CISA: Akira ransomware extorted $42M from 250+ victims | #hacking | #cybersecurity | #infosec | #comptia | #pentest | #ransomware

The Akira ransomware gang has gained approximately $42 million from more than 250 victims, according to a security advisory CISA released Thursday.

The advisory, which was issued jointly with the FBI, Europol’s European Cybercrime Centre and the Netherlands’ National Cyber Security Centre, was published to share known indicators of compromise and tactics, techniques and procedures with defenders. According to the agencies, since March 2023 Akira “has impacted a wide range of businesses and critical infrastructure entities in North America, Europe, and Australia.”

Most notably, Akira targeted Cisco VPNs in a series of attacks last year, and Sophos tracked Akira as the second-most prolific ransomware gang of 2023 in its “Active Adversary Report” released this month. CISA noted the former campaign in its advisory in reference to common ways Akira gains initial access.

“The FBI and cybersecurity researchers have observed Akira threat actors obtaining initial access to organizations through a virtual private network (VPN) service without multifactor authentication (MFA) configured, mostly using known Cisco vulnerabilities CVE-2020-3259 and CVE-2023-20269,” the advisory read. “Additional methods of initial access include the use of external-facing services such as Remote Desktop Protocol (RDP), spear phishing, and the abuse of valid credentials.”

Once the threat actors get initial access, they “abuse the functions of domain controllers by creating new domain accounts to establish persistence.” Common post-exploitation techniques include “Kerberoasting” for credential extraction, credential scraping tools like Mimikatz for privilege escalation, and tools like Advanced IP Scanner and SoftPerfect for further device discovery. On the encryption end, CISA said Akira utilized a “sophisticated hybrid encryption scheme,” which combines “a ChaCha20 stream cipher with an RSA public-key cryptosystem for speed and secure key exchange.”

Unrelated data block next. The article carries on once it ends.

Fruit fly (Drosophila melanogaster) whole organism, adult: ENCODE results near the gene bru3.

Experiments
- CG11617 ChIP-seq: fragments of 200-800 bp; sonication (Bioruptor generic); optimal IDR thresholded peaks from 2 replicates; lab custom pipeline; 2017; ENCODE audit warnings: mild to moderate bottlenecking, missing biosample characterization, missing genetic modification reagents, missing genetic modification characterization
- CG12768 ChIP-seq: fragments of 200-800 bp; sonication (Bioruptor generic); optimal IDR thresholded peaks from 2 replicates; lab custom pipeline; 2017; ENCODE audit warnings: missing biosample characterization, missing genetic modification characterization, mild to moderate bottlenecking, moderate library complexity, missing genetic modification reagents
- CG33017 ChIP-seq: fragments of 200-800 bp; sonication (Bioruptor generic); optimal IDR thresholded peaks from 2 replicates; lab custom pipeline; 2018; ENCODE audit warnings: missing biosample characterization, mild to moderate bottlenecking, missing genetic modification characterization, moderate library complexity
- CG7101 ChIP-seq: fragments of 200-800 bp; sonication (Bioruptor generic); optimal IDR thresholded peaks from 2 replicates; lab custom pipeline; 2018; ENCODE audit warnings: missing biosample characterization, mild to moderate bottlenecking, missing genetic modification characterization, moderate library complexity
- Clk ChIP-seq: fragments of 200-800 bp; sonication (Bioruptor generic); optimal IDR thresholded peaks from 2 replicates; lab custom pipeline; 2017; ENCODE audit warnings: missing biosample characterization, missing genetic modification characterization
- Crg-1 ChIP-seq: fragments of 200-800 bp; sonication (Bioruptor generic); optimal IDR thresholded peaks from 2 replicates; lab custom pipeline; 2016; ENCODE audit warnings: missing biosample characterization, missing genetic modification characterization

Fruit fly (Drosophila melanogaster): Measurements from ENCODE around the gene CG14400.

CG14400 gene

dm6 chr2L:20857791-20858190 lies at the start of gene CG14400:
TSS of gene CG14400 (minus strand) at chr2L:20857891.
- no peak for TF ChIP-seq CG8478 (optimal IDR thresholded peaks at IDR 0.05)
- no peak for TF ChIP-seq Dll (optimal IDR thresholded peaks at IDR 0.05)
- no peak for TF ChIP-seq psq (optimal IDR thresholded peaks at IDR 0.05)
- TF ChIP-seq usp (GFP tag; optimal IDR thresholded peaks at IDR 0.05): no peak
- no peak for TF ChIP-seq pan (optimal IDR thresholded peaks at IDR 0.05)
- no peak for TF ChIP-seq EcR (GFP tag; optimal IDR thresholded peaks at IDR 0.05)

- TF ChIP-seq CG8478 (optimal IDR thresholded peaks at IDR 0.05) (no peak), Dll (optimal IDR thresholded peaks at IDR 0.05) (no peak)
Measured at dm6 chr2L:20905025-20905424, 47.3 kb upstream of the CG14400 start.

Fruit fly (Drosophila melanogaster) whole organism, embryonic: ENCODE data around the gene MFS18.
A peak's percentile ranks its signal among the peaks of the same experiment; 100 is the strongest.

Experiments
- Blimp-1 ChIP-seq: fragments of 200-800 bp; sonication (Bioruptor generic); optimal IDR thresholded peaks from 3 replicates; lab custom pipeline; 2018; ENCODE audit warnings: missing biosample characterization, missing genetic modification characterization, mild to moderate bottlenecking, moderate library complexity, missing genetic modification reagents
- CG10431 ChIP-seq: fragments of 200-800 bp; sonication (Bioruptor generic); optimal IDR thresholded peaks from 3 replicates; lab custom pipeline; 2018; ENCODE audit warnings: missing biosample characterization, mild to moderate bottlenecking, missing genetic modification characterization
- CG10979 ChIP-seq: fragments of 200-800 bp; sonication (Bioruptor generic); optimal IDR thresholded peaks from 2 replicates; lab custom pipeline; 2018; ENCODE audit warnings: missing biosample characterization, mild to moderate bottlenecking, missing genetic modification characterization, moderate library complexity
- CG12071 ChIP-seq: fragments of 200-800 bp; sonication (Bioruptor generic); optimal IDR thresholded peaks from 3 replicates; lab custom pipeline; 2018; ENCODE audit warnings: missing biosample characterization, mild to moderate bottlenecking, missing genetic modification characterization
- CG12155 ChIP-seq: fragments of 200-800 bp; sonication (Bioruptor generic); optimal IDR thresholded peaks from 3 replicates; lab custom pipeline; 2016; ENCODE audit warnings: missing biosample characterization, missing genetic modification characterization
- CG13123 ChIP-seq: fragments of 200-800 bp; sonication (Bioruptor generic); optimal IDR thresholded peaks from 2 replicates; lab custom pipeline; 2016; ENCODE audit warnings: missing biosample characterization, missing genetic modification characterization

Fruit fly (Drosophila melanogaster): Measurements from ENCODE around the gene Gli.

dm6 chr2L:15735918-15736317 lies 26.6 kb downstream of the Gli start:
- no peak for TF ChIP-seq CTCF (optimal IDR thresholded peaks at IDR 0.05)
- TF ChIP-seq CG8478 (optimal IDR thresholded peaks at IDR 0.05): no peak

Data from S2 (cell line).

In addition, the group has been observed deploying two ransomware variants on different system architectures.

“Based on trusted third party investigations, Akira threat actors have been observed deploying two distinct ransomware variants against different system architectures within the same compromise event,” the advisory read. “This marks a shift from recently reported Akira ransomware activity. Akira threat actors were first observed deploying the Windows-specific ‘Megazord’ ransomware, with further analysis revealing that a second payload was concurrently deployed in this attack (which was later identified as a novel variant of the Akira ESXi encryptor, ‘Akira_v2’).”

The advisory also includes a list of tools utilized by Akira, indicators of compromise and a list of Mitre ATT&CK tactics and techniques.

The joint advisory’s list of mitigations is consistent with previous CISA advisories. The U.S. cybersecurity agency recommends organizations implement a recovery plan, require multifactor authentication, stay up to date on patches and segment networks, among other recommendations.

Alexander Culafi is a senior information security news writer and podcast host for TechTarget Editorial.


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